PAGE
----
The S.Ernest Sprott Fellowship: Flyer 2014 Sprott fellowship
English literature of the sixteenth or seventeenth centuries
The late Samuel Ernest Sprott, from Tasmania, was an academic in the department of English at Dalhousie University, Canada and was best known for his work on John Milton, notably Milton’s Art of Prosody, his first book, which appeared in nine editions between 1953 and 1978, and John Milton, A Maske: the Earlier Versions. His book Suicide: The English Debate from Donne to Hume was published in 1961. He also published a collection of poems in 1955.
The S. Ernest Sprott fellowship is to be awarded annually to an Australian citizen who is an outstanding scholar less than 45 years of age at the time of the award. The fellowship is for scholarly study outside of Australia which is intended to lead to a book relating to dramatic or non-dramatic English literature of the sixteenth or seventeenth centuries.
Applicants must demonstrate an outstanding record of scholarship. They must outline a program of scholarly study outside Australia, leading to a book relating to dramatic or non-dramatic English literature of the sixteenth or seventeenth centuries.
It is recommended that the applicant seek some kind of formal affiliation with a relevant library or university.
Fellowship funds will be paid in quarterly instalments providing that the committee is satisfied with the progress of the candidate who will submit quarterly reports.
For further details and eligibility visit: http://arts.unimelb.edu.au/award/sernest-sprott-fellowship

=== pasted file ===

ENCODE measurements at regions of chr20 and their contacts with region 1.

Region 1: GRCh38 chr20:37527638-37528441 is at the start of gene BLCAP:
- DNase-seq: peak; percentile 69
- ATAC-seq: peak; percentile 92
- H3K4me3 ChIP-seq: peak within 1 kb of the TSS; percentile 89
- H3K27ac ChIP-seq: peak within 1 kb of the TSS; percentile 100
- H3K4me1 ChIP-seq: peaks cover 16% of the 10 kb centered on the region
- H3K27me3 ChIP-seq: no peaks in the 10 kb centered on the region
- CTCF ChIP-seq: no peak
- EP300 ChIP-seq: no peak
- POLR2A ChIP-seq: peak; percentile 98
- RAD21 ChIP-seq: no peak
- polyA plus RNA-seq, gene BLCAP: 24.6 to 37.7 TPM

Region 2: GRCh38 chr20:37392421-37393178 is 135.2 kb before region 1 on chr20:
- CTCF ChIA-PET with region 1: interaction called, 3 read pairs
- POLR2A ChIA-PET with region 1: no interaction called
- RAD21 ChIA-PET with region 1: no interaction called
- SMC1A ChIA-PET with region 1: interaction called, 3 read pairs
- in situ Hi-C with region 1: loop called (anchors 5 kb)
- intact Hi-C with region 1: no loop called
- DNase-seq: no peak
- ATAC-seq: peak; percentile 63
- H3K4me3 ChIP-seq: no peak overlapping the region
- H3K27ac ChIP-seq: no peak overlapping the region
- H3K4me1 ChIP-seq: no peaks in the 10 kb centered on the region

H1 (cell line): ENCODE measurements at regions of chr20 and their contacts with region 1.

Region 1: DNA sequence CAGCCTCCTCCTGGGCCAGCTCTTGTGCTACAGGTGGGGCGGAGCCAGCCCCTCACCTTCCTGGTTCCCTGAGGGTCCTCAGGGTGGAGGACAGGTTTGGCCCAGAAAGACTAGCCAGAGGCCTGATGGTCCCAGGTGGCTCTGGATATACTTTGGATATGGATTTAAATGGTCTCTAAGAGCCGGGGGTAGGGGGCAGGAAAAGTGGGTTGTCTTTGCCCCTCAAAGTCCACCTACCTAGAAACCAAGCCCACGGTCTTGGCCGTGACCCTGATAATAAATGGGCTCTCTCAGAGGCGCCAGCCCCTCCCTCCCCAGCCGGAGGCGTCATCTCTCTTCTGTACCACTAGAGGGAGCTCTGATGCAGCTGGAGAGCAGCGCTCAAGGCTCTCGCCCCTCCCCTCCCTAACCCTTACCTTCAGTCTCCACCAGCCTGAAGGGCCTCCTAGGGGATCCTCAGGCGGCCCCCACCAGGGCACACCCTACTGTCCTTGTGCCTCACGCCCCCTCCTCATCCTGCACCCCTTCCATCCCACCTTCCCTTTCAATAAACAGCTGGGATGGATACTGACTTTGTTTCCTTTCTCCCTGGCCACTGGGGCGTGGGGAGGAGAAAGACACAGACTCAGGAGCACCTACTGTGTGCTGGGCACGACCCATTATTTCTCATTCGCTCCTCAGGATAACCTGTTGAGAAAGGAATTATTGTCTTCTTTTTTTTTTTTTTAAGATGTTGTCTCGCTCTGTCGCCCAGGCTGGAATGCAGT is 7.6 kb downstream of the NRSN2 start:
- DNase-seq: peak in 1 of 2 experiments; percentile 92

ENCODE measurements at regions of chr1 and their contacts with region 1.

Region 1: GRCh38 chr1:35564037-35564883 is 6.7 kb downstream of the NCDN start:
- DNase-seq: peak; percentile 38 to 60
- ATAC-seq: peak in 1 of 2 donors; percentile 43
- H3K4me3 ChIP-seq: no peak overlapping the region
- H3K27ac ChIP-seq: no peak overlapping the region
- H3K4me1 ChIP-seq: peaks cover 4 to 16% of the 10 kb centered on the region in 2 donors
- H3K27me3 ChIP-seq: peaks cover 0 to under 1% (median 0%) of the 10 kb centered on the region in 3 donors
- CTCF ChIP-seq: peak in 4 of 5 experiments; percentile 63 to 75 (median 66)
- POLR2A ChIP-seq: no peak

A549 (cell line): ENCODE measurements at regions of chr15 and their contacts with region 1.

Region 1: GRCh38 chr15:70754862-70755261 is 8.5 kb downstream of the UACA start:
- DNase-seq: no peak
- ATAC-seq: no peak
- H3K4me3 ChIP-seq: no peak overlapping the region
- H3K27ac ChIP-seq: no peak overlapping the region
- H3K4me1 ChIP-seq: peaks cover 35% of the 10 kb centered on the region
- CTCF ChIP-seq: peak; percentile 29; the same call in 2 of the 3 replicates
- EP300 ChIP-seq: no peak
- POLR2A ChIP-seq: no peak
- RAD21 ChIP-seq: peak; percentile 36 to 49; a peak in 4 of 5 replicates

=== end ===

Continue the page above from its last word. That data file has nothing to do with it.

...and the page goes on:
Enquiries: firstname.lastname@example.org or ph: (03) 9035 4317
Closing Date: Monday, 19 May 2014
Approximate value: $40,000
Expressions of interest and submissions of abracts due: 16th May 2014
The critical pairing of Jonson and Shakespeare might not always be one of the most illuminating comparisons in literary history, but it is one of the most enduring. The distinctiveness of the Jonson-Shakespeare pairing lies in the often implicit assumption that these two somehow function as each other’s alternative; that between them they define a crucial axis of literary possibility – between learning and imagination, or inspiration and labour. The comparison has often served to elevate Shakespeare over Jonson, on grounds sometimes less aesthetic than crudely moral – Jonsonian envy or ethical failure used to highlight Shakespeare’s generosity or singular virtue. This, in turn, has generated responses which are sometimes guilty of partisanship or defensiveness.
These tendencies are still visible today in academic and popular evocations of “Shakespeare and Jonson”. Yet in other ways the pairing itself might seem archaic. The vastness of the Shakespeare industry has ensured that the Bard (when not assumed to be beyond compare) has benefited from a much less restrictive set of comparisons. For Jonson, the picture is more mixed. He has benefited from attention in areas with a less obviously Shakespearean relevance, such as the court masque, and unlike the Oxford Middleton the new Cambridge edition of Jonson is not modelled on a Shakespearean template. To that extent, he is no longer automatically fated to a disadvantageously comparative approach. In other ways, though, he is receding from view. The RSC has not staged a Jonson play for almost a decade, while the Globe has never mounted a full production of one of his works.